For as long as anyone can remember, the NHL has been a copycat league. Teams that win the Stanley Cup, in general, have enormous influence over the style of play that is seen as successful in the NHL, perhaps most notably in the late 1990s and early 2000s when the New Jersey Devils inspired a decade of defensively oriented hockey. It wasn’t until the post-lockout years, when the 2006 Hurricanes set the template that was later perfected by the Pittsburgh Penguins in their three Cup wins, that puck movement became paramount.
But even in that time frame, there was no shortage of defensive juggernauts, most notably the 2011 Boston Bruins and 2012 and ‘14 Los Angeles Kings, who scrapped and clawed their way to glory. And in this year’s bubble, we could be seeing another swing back toward those defensive powerhouses.
Looking at Charting Hockey’s results vs. expectation graph, which tells us teams that are under- or over-performing their expected metrics, the pattern becomes clear: surrender fewer goals, and you’ll have success.
Every team that’s saved more goals than expected, except one - pour one out for Connor Hellebuyck and the Winnipeg Jets - advanced to at least the first round, and five of the seven teams still alive (although barely, in the case of the Flyers, Canucks and Avalanche, all of whom trail in their series) are on the positive side of the ledger. The Golden Knights are treading water, and were on the positive side of zero before last night’s loss, but they’ve been in the margin of error consistently.
On the flip side, every team that was bounced in the qualifying round (again, other than the Jets) was in the negative.
Yeah, I can’t figure out Dallas either.
Goal-scoring certainly helps; just ask the Blackhawks and, to a lesser extent, the Coyotes and Blue Jackets. But look at how many teams are to the left of the zero line, indicating they scored as many goals as were expected: of the 24 teams alive to start the postseason, only seven - including the Hurricanes - outperformed their goal-scoring expectation.
That indicates that a lot of teams ran into stout defenses, and the ones who advanced fought their way through, more than likely on the strength of their own defense. In the bubble, they’re partying like it’s 1996.
Now, it would be rather foolish to try to draw any lasting conclusions from what by its nature is a one-time oddity of a playoff season. After all, one of Colorado or Dallas is guaranteed to advance to the conference final, and Vegas and the Islanders (despite each team’s loss last night) are still odds-on to join them in the third round. Scoring goals is still going to be important, but what we’re seeing is that the teams that try to run and gun are easy pickings in the playoffs - the Maple Leafs and Oilers were sent packing in the qualifying round, and the Capitals joined them on the golf course after the first round.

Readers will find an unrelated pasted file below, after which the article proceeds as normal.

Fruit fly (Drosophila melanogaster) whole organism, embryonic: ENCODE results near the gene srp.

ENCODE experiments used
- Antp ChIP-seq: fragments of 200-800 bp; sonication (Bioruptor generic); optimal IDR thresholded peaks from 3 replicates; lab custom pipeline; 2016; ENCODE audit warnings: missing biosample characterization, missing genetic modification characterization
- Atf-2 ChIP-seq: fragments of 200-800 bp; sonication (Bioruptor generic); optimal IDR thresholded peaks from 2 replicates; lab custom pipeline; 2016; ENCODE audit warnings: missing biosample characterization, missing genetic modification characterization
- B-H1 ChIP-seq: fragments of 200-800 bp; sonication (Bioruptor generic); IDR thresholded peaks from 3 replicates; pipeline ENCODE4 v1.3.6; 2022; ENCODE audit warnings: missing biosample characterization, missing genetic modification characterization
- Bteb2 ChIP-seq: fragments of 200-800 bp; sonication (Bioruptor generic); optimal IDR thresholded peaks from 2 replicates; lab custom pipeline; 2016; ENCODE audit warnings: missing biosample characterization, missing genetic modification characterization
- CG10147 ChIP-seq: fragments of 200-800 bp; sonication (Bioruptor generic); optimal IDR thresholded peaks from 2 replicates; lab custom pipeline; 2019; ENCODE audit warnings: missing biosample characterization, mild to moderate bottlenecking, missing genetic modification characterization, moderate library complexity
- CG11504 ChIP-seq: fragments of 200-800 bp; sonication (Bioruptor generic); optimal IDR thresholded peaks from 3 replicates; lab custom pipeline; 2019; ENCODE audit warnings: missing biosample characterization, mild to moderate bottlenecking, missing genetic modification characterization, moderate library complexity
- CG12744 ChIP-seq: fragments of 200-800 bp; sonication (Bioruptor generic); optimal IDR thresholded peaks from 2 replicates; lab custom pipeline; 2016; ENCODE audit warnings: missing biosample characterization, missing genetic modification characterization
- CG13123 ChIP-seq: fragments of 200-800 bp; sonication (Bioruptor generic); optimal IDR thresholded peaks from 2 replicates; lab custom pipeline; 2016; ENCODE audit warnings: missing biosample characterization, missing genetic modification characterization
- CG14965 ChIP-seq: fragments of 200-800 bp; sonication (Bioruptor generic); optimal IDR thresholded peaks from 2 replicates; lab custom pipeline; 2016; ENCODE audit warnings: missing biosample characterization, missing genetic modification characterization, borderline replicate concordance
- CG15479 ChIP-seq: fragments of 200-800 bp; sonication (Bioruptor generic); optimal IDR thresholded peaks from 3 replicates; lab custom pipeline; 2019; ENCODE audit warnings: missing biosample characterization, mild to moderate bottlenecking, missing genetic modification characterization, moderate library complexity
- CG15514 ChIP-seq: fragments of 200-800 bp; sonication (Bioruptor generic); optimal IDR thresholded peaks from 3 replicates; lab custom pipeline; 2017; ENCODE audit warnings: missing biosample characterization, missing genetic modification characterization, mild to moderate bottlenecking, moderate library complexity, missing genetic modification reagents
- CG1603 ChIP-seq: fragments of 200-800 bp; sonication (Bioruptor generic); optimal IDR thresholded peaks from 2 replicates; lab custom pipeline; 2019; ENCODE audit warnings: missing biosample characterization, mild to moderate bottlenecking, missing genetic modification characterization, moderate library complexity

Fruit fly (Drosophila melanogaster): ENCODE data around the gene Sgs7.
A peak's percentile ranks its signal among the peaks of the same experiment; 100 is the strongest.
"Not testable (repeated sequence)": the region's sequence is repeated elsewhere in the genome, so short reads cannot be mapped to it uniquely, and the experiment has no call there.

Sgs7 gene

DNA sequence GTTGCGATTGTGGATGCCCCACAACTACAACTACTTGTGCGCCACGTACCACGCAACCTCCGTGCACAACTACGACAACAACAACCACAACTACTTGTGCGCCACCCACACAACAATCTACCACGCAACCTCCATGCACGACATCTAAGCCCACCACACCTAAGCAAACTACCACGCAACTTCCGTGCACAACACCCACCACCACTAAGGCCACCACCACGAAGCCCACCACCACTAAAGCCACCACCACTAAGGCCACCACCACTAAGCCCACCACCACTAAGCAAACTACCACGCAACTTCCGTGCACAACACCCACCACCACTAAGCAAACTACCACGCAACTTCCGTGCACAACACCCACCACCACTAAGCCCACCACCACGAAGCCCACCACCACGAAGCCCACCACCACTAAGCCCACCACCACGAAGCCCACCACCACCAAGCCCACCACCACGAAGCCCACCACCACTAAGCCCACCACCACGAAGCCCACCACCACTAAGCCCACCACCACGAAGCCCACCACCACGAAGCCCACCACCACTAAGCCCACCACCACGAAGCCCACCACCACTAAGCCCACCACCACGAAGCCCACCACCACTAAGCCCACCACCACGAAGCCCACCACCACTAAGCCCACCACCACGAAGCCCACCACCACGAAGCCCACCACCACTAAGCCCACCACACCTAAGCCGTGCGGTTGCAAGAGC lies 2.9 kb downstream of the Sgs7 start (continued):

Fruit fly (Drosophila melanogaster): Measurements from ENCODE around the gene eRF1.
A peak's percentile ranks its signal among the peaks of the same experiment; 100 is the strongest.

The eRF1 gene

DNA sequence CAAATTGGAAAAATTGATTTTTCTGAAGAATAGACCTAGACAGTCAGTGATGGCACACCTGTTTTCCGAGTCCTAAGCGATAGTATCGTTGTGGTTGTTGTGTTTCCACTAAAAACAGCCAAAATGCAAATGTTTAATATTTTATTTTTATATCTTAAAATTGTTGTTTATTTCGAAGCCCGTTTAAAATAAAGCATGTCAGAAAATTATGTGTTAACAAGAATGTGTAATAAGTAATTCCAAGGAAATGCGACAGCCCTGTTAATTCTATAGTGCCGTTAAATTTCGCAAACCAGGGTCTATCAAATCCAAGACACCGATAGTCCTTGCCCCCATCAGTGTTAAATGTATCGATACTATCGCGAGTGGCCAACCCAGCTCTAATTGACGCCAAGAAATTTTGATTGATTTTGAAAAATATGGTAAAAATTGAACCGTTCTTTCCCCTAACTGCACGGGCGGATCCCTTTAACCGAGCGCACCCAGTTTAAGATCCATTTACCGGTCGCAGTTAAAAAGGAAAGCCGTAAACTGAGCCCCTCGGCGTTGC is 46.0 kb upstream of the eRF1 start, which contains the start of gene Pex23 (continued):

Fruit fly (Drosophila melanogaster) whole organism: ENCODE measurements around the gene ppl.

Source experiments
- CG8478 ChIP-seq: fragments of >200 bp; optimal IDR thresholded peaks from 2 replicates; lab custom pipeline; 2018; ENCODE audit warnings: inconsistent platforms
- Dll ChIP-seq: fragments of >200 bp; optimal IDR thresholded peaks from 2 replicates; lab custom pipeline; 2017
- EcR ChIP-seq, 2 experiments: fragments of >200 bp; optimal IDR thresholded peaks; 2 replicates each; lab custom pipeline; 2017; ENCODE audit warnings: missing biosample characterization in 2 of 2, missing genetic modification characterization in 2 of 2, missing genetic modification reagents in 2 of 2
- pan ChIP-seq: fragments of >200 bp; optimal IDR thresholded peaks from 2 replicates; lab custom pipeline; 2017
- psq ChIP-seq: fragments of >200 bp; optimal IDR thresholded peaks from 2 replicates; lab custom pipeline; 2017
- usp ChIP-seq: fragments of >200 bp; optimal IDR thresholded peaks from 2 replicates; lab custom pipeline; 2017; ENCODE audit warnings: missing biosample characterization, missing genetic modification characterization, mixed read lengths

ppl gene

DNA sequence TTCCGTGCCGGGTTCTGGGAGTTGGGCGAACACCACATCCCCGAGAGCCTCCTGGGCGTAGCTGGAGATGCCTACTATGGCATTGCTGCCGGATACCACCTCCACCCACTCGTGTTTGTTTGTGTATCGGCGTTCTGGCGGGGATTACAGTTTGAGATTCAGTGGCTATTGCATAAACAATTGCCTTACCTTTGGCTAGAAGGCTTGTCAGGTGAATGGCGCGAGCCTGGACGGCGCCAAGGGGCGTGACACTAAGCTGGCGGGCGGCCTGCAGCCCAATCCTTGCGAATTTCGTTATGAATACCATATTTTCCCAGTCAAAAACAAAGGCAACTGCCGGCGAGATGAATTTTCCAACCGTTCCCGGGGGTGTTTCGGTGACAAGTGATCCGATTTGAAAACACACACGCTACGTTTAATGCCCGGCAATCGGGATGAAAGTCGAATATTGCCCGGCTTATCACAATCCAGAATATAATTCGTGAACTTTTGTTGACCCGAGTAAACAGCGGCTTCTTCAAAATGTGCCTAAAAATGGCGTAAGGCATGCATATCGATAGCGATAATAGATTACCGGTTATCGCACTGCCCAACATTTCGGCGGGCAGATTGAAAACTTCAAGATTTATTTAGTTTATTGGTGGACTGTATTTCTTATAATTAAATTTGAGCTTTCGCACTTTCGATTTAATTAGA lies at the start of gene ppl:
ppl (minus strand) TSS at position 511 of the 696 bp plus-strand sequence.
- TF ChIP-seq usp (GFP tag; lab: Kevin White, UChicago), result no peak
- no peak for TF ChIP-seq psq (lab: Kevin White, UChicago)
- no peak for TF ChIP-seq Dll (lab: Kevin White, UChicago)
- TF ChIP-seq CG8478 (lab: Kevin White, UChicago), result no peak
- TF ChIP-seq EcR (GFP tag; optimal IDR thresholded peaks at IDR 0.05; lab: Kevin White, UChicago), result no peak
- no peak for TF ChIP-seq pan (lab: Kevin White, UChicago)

But if this year’s Stanley Cup winner combines offensive efficiency with lockdown defense, how well-suited are the Hurricanes to match that style?
You’d have to think that a fully healthy Hurricanes roster would be up there with the likes of the Lightning and Islanders. After all, the Hurricanes were without Brett Pesce, and had a clearly-not-100% Dougie Hamilton eating up a ton of minutes. Put those guys in at full strength and the Hurricanes can compete with any defense corps in the league.
And say what you will about Petr Mrazek and James Reimer, but any team that can get .930 goaltending in the playoffs is in pretty good shape. That’s not to say an upgrade couldn’t help, and it’s something the Hurricanes should consider, but the point here is that the fallback option isn’t all that bad.
Where the Hurricanes need to be concerned is in their scoring depth. If the league, and specifically the Eastern Conference, is going to trend more in a defensive direction, the Hurricanes can’t afford to load up their top line with Teuvo Teravainen, Sebastian Aho and Andrei Svechnikov. Winning games by outscoring the opposition in a more defensively-oriented league is a tall order, and the Hurricanes right now aren’t built to win 2-1 games.
The good news is that they have the defensive part of the equation mostly sorted out. Any line with Jordan Staal on it is going to be quite successful at limiting the opposition (especially on a terror-inducing checking line with Warren Foegele and, say, either Jordan Martinook or Brock McGinn), and Aho and Teravainen are no defensive slouches themselves. But to take the next step, the Hurricanes need to identify those secondary scorers, the Chris Kunitzes and Johan Franzens, who make the difference for teams in the playoffs.
Rod Brind’Amour has been leery of making the lineup too top-heavy for exactly this reason, only reverting to it this season when nothing else has been working. If stout defense and timely goal scoring is the new rule of the day once this year’s Stanley Cup is (finally) awarded, the Hurricanes are positioned well to adapt to that style, but still need some reinforcements to get them over the top.